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d(istrito) f(ederal)

Mexico City is the second biggest in the world and it seems like I could probably stay here for a very long time before it started to make much sense to me. However, living previously in Sao Paulo, the third biggest city in the world, for three and a half years has prepared me for it somewhat and I manage not to feel totally overwhelmed.

A bit of whimsy on the streets of the city.

I have found a few instant friends by the relatively simple, but not entirely foolproof, method of contacting a couple of bicycle groups and, so, of course, most of my activities end up being bicycle related but Mexico City proves to have no shortage of them.

Sunday morning sees me hazily wandering the streets of the city, after a uncharacteristic night of partying. A combination of Mexico City authorities have instituted a Sunday Bike Programme, in which some major city avenues are turned over to pedestrians, skaters and cyclists between 8.00 am and  2.00 pm every Sunday. A range of activist groups that wish to promote cycling are out and about on the streets preaching their gospel.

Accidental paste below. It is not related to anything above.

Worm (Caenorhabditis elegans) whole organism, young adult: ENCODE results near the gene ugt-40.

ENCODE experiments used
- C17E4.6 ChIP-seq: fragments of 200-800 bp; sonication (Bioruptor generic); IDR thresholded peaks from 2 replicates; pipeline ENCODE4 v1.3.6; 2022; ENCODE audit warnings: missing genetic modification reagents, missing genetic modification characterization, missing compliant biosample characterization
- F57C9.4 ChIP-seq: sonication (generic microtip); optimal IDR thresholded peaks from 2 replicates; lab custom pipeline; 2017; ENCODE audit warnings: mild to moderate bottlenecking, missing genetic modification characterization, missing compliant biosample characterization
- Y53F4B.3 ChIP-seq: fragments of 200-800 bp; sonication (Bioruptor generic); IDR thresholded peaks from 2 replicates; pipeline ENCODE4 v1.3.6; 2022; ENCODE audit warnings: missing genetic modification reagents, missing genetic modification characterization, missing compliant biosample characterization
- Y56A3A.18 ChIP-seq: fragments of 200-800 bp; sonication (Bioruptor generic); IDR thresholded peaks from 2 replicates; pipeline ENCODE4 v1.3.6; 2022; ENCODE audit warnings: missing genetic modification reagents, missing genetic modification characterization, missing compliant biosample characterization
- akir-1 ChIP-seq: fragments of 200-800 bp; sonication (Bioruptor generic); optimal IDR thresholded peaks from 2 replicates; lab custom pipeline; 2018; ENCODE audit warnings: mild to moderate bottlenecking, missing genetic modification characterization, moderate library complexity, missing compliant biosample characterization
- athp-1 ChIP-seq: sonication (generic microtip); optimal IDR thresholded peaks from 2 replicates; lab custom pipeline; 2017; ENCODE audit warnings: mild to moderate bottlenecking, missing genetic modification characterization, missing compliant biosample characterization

Something like 4 million motor vehicles are in use in Mexico City every day, commuters spend nearly two hours each day in transportation and 25% of the carbon dioxide emissions in the city are produced by cars. It would be nice to see a few more people on bikes as their preferred means of everyday transport instead of just Sunday recreation but the Sunday Bike Programme seems like a very good start in promoting bike culture in the city.

ECOBICI are one of the many groups in Mexico City which are trying to promote cycling. If you are a member of the programme (which requires you to have a credit card registered with the organisation) you can borrow a bike from any ECOBICI station and use it free of charge for up to three hours. It is possible to return the bike to any ECOBICI station in the city.

Another ECOBICI station.

The local constabulary also get around on bikes.

Bicitekas is cycle activist group that has a number of projects. One is Paseo a Ciegas, where volunteers  take sight-impaired people on tours of the city on tandems as part of the Sunday Bike Programme.

All sorts of bike organisations and projects exist in Mexico City. A volunteer wearing a tee-shirt sporting the Paseos a Ciegos logo.

I spend the first few weeks in Mexico City staying with Alisa and her three cats and two flatmates. This tolerant household seems unfazed by my erratic comings and goings and the various belongings, including my bike, that I leave scattered around the lounge room.

Alisa and Orix.